Mark started calling himself a full-time artist back in 2011. His work can best be described as Painterly Realism. Over the next several years Mark would go on to compete at plein-air events and win numerous awards: Best in Show at the American Impressionist Society, the Wayne Plein Air festival, Vermont Plein Air, Door County Plein Air, and Scottsdale Salon of Fine Art. He won the Joseph Hartley Memorial Award at the Salmagundi Club in New York City, the Bohnert Memorial Award with the Hudson Valley Art Association, and the Artistic Excellence Award with Southwest Art magazine. He won the Grand Prize for Landscape as well as a feature article with International Artist magazine. One of the most rewarding was undoubtedly Best Architecture award at Plein Air Easton in 2014, the very place he felt he “got schooled” a few years earlier. To this he added a “Artists Choice” award at that event a year later.
Boedges now both paints and teaches workshops, around New England as well as in Arizona and Colorado. He is represented by several galleries across the country and enjoys an international following. When teaching he stresses the same lessons he learned as an artist and incorporates this into his practice: Accuracy in all things; drawing, values, colors; Put the paint on the canvas, leave it and don’t touch it again. He starts with a sketch, or series of sketches to work out composition. The first paint layer is often applied somewhat abstractly with an under-painting representation that is loose and fluid. He tweaks and refines the composition. Then he builds the painting slowly, mixing his colors accurately, getting his values correct. He works around the canvas, emphasizing areas of interest with greater contrast, color temperature changes, and edges, leaving other parts less refined, yet complete. He describes his approach as “I am slow and methodical. At least in terms of when the brush hits the canvas.” The finished works are fresh and full of motion and energy, detailed yet loose, and always feeling “authentic.”
Today Boedges spends equal time painting on location (en-plein-air) and in the studio. An accomplished plein-air artist, being true to the scene is important to him. Time spent painting outdoors is indispensable and it is here where he starts almost all of his paintings. Paintings are started on location in one or two sessions, and can then take days to finish to his satisfaction. He has incorporated the use of photographs for capturing some of the information he needs to finish his work in the studio. His focus is on representing complexity as simply as possible. The result is a balance of the spontaneity and immediacy of painting done on location with the control, reflection and contemplation of work done in the studio.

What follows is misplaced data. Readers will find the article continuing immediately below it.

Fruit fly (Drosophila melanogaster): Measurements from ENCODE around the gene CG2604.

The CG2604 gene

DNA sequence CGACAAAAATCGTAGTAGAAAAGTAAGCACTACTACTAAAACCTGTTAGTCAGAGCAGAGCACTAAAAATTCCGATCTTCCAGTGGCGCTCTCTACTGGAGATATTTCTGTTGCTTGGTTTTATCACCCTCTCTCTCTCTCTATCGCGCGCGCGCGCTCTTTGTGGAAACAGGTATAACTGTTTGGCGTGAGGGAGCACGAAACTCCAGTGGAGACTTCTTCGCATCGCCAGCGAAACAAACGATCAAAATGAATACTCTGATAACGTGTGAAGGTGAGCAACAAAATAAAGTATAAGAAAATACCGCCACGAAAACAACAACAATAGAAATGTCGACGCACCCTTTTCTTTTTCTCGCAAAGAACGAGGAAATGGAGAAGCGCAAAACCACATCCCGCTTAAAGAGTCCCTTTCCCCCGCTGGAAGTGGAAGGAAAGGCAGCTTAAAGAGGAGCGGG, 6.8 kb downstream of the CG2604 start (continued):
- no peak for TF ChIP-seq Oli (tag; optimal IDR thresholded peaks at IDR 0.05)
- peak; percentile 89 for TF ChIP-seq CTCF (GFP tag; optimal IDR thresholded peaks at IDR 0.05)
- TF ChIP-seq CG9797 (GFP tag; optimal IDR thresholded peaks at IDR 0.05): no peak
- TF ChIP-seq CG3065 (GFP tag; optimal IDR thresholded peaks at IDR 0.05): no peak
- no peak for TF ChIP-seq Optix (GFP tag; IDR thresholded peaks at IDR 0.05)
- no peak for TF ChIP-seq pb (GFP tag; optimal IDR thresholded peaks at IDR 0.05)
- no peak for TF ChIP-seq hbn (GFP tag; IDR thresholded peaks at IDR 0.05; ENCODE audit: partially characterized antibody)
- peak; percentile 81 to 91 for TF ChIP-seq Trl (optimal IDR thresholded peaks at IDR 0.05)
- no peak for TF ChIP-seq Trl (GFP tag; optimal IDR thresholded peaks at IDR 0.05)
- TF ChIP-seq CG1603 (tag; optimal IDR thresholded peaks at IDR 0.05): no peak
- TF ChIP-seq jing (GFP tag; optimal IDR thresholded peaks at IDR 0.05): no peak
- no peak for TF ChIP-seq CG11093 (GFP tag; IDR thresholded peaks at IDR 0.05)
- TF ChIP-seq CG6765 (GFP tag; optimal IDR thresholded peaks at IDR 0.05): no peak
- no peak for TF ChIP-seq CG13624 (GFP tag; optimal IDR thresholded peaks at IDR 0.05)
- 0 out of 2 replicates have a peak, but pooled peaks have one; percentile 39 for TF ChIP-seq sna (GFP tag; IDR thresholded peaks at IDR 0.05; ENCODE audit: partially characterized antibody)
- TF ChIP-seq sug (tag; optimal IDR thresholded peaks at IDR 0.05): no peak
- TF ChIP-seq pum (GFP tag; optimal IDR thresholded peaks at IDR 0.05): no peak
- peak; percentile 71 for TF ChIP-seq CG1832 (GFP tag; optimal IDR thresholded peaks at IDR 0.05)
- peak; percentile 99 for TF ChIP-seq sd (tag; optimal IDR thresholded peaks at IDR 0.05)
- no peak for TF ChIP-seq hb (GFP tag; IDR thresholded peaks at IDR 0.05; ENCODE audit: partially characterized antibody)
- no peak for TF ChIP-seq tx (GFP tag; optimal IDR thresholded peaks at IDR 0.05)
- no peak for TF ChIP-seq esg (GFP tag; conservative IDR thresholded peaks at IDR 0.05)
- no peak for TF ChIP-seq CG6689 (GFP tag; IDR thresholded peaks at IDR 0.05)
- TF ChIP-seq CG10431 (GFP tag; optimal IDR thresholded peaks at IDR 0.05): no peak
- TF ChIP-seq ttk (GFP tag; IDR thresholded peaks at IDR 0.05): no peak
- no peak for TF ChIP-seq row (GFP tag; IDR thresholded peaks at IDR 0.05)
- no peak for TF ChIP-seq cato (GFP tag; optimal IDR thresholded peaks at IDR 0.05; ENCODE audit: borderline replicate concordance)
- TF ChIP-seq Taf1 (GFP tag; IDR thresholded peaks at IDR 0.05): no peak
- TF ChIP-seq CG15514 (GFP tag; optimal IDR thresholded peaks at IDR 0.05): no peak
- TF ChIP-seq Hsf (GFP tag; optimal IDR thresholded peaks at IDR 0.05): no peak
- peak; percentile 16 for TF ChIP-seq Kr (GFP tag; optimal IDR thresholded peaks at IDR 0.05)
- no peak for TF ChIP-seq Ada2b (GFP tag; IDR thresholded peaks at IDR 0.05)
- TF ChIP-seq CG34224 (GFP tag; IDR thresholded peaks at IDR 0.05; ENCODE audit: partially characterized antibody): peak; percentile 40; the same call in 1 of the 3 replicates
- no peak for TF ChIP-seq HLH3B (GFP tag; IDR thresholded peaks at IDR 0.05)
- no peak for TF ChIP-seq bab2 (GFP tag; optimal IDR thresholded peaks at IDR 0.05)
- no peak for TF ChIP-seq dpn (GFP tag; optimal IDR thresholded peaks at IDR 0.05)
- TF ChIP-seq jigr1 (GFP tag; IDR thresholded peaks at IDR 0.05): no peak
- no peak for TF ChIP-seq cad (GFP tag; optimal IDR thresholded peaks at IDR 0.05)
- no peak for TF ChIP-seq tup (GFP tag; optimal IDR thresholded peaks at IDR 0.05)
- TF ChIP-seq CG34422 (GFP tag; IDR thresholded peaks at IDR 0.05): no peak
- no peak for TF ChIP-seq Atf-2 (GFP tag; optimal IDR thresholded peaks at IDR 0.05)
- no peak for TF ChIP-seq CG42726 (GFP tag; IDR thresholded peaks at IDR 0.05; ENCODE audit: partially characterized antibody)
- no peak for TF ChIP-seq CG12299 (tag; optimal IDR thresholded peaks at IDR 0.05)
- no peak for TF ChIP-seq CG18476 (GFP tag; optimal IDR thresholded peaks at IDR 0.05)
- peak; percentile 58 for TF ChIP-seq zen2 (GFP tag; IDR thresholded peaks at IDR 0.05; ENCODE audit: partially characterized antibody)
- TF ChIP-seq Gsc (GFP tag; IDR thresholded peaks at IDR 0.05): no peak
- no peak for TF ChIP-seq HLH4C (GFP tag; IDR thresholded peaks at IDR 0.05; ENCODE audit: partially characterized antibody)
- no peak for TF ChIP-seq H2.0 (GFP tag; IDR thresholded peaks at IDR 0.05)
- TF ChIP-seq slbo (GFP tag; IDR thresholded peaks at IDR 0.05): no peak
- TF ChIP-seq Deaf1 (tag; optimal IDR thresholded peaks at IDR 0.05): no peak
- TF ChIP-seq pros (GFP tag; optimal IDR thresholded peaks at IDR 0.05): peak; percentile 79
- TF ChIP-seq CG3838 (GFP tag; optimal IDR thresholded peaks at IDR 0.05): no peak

As he explains in his interview Plein Air Podcast with Eric Rhoads at outdoorpainter.com (https://www.outdoorpainter.com/pleinair-podcast-mark-boedges-painting-greens/) “I love complexity. The density of information. I love an intricate painting. I like detail and want to see that in my work, but I don’t want to spend months and years on a painting. I look at someone like Schmid and he gets that complexity without spending that much time. Its done through layering and letting the layers introduce complexity. Letting the layers breathe through. You get unexpected interactions.”
Equally comfortable painting the magnificent peaks of Glacier National Park as he is setting up outside his garage and painting the toys and gear his family spills out every summer, Mark embodies the goal of every artist – to paint what he knows, what feels true to him, and what he responds to. With a degree in philosophy he often thinks about “Art” and “What is Art?” One of the gifts of the 20th century, he feels, is the complete democratization of art. Everything is Art. And anything is Art. This is freeing. “I can do anything I want. I don’t have to make a judgment of what is worthy of being called ‘Art’, it’s just a creative process.” Mark recalls a similar moment when an instructor told him when he went out painting “Don’t be afraid to turn around.” The less acknowledged view can be the better subject to paint. A lesson he has learned well.
What comes next for Mark on his artistic journey? He has been exploring painting larger. He recently completed a 40” x 60” piece, en-plein-air, and has plans for more. The larger canvas forces him to think about what and how he paints given the out-sized impact and additional real-estate a large canvas provides. What the larger size will reveal about his mastery is something we can all look forward to.
When I think about the overheard comment at the gallery I realize the word “authentic” perfectly describes everything about Mark’s work. Ever striving to improve his craft and expand his knowledge you can always feel and see the authenticity of his work. Come see for yourself with a visit to the Bryan Memorial Gallery, in Jeffersonville or visit us online to check what is available at http://bryangallery.org.
“I’ve heard it said that the little village of Shelburne Vermont is reminiscent of a Norman Rockwell painting. Perhaps, but in its modern incarnation nestled immediately adjacent to a busy intersection with Route 7 there is little sense of the quiet Vermont village that once was. It’s noisy and the constant stream of cars in all directions is inescapable. Nevertheless at less traveled times of the day, such as early in the morning when the rush of cars has yet to begin, you can catch just a glimpse of that bygone village. This painting is meant to straddle that divide. The country store depicted here is truly the epitome of a Rockwell painting, both inside and out. But the modern cars parked out front and across the street speak unmistakably to the late 20th and early 21st centuries. Perhaps in time these cars will place this scene at what the future may regard as the zenith of our capitalist, fossil-fuel-based society in a way no one can foresee. Only time will tell. I have little doubt that the country store will still be there though, largely unchanged.”